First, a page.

As Mogwai’s live reputation grew, so did their stimulating repertoire. 2003’s epic masterwork, Happy Songs For Happy People, cajoled sweeping symphonic melancholia out of ambient pieces that shunned the past’s metal-edged hardcore derivations, sounding remarkably like pioneering generative artisan, Eno, in retrospect.

“I think musically we just try different things. It’s nothing really drastic, just organic changes. We tried a lot of different instrumentation over time. So we’ve definitely developed since our first album,” Braithwaite says. “But it’s hard to pin down. We try to change up just about everything.”

Though 2006’s extravagantly detailed Mr. Beast and its exclusively instrumental successor, 2008’s The Hawk Is Howling, didn’t luxuriously expand Mogwai’s sonic template, both received critical respect. The former featured “Auto Rock” (used as incidental music in the Miami Vice film), an ethereal piano brooder that blossoms into a fully blown onslaught. The latter contained frenzied pile-driving scrum, “Batcat,” and the appallingly christened, “I’m Jim Morrison, I’m Dead,” an ominous slow-burner reaching crushingly skull-splitting metallic crescendos.

Having accumulated an extensive catalogue to fall back on, this enduring troupe continues to grow, rising to the occasion once more on their seventh studio set. A monumental re-entry, Hardcore Will Never Die, But You Will, absolutely exceeded expectations.

The Hawk Is Howling was a more sparse, heavy record, whereas Hardcore is probably more upbeat and optimistic. But I definitely like both records,” Braithwaite asserts.

Dramatic commencing overture, “White Noise,” may seem akin to Lou Reed’s disquietingly shrill Metal Machine Music via its title, but the deliberately-paced neo-Classical framework, bell-like jangle and melodic piano create an interstellar effervescence even Braithwaite’s zooming guitar cannot crash through. The galactic traversing stays afloat on “Mexican Grand Prix,” a neo-psychedelic organ-droned illumination that wouldn’t seem out of place on an early Yo La Tengo album.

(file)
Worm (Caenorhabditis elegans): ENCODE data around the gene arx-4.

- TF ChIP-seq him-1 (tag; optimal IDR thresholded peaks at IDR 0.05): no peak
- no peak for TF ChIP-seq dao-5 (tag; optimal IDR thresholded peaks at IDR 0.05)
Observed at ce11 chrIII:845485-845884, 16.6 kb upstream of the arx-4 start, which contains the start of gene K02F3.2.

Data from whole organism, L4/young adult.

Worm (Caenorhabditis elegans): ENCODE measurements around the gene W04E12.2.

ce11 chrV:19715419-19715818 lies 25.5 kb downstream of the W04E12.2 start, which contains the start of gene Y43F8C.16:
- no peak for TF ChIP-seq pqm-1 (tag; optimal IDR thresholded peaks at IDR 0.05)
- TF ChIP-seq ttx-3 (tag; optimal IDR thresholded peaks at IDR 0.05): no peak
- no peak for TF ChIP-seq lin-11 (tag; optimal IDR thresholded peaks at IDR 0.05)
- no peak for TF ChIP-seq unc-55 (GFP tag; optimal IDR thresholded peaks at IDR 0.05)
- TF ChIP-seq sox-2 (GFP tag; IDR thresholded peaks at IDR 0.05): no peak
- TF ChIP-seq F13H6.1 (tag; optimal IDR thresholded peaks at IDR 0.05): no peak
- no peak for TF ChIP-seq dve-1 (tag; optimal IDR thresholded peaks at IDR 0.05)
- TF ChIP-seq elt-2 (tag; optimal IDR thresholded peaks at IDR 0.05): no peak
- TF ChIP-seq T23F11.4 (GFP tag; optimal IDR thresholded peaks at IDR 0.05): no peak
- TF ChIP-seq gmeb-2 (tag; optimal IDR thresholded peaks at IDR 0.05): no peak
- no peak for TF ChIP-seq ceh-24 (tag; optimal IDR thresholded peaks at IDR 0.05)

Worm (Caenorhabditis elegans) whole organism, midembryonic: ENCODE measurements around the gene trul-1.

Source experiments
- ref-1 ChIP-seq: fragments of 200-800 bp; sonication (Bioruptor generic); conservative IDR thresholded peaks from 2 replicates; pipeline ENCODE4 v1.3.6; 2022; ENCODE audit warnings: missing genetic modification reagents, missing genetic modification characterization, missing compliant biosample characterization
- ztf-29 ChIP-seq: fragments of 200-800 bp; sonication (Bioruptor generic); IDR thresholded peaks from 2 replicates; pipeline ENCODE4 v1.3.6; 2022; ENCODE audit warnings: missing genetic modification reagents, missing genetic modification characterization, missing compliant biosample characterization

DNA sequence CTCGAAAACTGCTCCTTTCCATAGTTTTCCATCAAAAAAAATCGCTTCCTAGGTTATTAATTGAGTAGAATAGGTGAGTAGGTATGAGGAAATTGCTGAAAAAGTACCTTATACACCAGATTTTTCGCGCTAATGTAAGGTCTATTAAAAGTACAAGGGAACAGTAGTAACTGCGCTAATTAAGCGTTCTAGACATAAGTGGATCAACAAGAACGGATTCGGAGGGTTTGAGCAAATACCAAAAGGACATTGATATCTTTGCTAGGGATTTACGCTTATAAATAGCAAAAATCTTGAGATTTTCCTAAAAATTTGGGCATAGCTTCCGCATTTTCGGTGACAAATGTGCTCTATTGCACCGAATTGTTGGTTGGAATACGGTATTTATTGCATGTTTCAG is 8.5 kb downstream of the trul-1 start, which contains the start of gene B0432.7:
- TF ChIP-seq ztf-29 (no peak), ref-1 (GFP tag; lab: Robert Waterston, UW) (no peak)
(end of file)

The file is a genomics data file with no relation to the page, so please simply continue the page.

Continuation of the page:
Braithwaite contends, “That’s definitely inspired by (‘70s-related krautrock band) Neu. There are bands from Germany we’ve liked for a long time, so those sounds we’ve kept in our minds. There’s a sweeter organ sound.”

As for the weirdly titled songs, he believes sometimes the band is plain lazy and just name each track after how it may sound. But mostly, they keep each member “vaguely amused.” Designating the closing vignette, “You’re Lionel Richie,” was easy enough.

“Some songs are named after things that happen. Like one time, I saw Lionel Ritchie at the airport. I was hungover and I said, ‘You’re Lionel Ritchie.’ The guys remembered that years later,” he shares.

Sometimes the epithets are completely random, such as “San Pedro,” an upbeat straight-ahead rampage that has nothing to do with the coastal California city. And why should swooped orchestral lullaby, “Death Ray,” with its glistening Cathedral organ, be labeled thusly?

“That’s a nice number. I’m not really good at talking about the songs, to be honest. It’s fun to play live,” Mogwai’s main man quips.

If there’s one kindred band, it may be cinematic Texas phantoms Explosions In The Sky. Both bands put on monumental shows and enjoy crafting beautiful guitar-etched tunes that touch the sky.

When asked if there’s a correlation, Braithwaite concludes, “Yeah. They’re friends of ours. Good guys. They probably like the same bands as us. That wouldn’t surprise me. When we go out to play concerts, it takes awhile for us to get up to speed. But once we get our shit together and hit stride, watch out.”

Mogwai will be performing at Manhattan’s Webster Hall April 21 and 22.